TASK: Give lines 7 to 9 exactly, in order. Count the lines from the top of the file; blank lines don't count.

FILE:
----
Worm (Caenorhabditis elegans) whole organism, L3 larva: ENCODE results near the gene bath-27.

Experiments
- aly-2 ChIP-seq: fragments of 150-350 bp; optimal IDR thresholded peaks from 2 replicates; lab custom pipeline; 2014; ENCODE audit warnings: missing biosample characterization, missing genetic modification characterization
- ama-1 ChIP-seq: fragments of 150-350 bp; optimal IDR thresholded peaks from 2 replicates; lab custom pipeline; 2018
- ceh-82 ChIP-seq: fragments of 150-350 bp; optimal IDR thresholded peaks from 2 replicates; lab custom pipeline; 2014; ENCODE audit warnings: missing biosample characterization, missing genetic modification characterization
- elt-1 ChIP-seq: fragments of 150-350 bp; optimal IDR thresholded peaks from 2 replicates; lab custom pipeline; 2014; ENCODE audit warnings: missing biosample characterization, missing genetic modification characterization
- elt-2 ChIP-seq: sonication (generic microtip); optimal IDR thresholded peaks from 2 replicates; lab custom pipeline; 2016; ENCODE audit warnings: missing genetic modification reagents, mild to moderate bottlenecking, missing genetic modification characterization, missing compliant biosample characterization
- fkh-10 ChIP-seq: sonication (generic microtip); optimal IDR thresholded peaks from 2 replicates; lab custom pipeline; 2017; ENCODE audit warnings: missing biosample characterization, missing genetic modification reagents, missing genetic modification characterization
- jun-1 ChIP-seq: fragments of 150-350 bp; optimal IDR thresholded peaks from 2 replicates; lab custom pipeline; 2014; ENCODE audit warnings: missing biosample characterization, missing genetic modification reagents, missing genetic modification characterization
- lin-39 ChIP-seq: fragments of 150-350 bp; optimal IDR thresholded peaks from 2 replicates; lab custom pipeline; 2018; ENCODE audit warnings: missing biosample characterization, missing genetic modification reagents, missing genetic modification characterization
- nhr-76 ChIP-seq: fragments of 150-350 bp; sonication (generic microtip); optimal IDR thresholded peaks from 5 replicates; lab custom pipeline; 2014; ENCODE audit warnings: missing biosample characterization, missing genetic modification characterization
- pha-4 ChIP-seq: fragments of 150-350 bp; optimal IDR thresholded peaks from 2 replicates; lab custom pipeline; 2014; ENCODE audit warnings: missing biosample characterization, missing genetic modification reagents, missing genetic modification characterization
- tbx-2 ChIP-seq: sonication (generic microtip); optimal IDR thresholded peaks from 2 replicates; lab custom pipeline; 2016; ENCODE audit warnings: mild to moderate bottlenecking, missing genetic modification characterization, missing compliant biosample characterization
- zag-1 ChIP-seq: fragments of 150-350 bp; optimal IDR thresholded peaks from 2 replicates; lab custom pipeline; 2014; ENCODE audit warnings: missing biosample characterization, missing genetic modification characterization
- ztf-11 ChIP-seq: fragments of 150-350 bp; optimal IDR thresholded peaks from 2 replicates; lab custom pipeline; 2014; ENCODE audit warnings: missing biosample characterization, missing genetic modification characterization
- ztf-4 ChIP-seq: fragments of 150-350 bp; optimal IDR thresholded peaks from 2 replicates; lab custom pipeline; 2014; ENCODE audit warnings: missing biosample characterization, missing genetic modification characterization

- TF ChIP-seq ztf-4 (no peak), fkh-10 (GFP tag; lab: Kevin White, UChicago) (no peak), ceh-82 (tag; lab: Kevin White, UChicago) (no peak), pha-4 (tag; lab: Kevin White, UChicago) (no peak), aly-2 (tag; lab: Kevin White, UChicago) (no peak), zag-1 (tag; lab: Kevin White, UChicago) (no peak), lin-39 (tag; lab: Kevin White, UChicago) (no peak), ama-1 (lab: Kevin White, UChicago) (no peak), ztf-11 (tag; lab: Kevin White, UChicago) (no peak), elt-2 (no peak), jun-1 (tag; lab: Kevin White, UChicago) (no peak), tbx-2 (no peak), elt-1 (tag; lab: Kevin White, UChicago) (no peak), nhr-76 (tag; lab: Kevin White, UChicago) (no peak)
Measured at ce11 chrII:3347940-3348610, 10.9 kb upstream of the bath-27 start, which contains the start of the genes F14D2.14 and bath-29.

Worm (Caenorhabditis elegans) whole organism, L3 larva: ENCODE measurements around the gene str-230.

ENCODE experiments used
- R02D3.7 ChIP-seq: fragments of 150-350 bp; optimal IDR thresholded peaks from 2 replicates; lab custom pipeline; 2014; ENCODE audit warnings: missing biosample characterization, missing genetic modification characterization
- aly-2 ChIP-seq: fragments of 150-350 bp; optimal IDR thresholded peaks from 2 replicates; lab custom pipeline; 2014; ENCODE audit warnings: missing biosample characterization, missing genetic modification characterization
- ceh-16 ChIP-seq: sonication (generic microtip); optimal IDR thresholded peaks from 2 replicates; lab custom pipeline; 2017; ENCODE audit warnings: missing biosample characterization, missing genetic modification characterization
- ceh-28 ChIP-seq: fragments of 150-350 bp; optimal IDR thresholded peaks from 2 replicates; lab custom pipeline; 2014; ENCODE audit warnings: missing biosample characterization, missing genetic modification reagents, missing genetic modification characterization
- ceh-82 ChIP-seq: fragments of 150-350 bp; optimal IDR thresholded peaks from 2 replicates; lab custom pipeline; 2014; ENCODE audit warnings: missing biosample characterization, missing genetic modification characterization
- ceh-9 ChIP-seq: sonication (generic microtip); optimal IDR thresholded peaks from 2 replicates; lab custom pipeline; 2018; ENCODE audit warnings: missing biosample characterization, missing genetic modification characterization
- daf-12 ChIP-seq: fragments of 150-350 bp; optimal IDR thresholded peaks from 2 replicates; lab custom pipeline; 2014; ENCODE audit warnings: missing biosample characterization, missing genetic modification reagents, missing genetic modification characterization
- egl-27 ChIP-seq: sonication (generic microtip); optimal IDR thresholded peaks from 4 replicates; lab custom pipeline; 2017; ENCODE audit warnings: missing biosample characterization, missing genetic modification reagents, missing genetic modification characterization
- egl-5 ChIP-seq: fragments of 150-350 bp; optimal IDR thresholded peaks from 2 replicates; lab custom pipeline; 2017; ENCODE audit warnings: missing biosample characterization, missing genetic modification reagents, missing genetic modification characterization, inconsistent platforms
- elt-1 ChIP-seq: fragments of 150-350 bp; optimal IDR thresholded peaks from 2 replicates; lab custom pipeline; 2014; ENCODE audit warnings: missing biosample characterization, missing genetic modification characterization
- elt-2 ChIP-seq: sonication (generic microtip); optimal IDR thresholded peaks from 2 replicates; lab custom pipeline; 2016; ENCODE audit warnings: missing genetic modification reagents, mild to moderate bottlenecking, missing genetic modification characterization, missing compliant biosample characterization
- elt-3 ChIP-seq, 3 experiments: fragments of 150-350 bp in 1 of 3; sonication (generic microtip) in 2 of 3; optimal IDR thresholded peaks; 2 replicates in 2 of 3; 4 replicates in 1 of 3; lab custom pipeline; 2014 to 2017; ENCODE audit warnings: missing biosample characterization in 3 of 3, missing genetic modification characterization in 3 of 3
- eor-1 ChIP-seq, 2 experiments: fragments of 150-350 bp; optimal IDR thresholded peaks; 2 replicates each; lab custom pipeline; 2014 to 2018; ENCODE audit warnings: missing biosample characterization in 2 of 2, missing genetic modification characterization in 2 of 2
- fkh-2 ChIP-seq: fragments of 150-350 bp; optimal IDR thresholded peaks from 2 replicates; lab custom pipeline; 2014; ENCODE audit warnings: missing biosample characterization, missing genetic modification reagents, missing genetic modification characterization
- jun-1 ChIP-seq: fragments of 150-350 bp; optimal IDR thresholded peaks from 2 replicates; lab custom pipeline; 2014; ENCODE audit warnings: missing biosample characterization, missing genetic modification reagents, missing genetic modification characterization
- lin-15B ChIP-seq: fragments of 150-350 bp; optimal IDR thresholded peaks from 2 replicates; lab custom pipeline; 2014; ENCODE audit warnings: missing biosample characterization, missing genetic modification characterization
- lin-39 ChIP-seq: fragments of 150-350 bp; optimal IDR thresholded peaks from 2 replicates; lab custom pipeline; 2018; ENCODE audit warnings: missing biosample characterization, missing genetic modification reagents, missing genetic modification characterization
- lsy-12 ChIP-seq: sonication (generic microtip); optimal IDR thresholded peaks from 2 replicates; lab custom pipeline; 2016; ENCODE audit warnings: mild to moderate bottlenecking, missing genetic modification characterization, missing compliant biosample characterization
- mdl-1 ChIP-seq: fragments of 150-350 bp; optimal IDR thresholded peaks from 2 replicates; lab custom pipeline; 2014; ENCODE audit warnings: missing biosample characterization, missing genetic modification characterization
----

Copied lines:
- elt-2 ChIP-seq: sonication (generic microtip); optimal IDR thresholded peaks from 2 replicates; lab custom pipeline; 2016; ENCODE audit warnings: missing genetic modification reagents, mild to moderate bottlenecking, missing genetic modification characterization, missing compliant biosample characterization
- fkh-10 ChIP-seq: sonication (generic microtip); optimal IDR thresholded peaks from 2 replicates; lab custom pipeline; 2017; ENCODE audit warnings: missing biosample characterization, missing genetic modification reagents, missing genetic modification characterization
- jun-1 ChIP-seq: fragments of 150-350 bp; optimal IDR thresholded peaks from 2 replicates; lab custom pipeline; 2014; ENCODE audit warnings: missing biosample characterization, missing genetic modification reagents, missing genetic modification characterization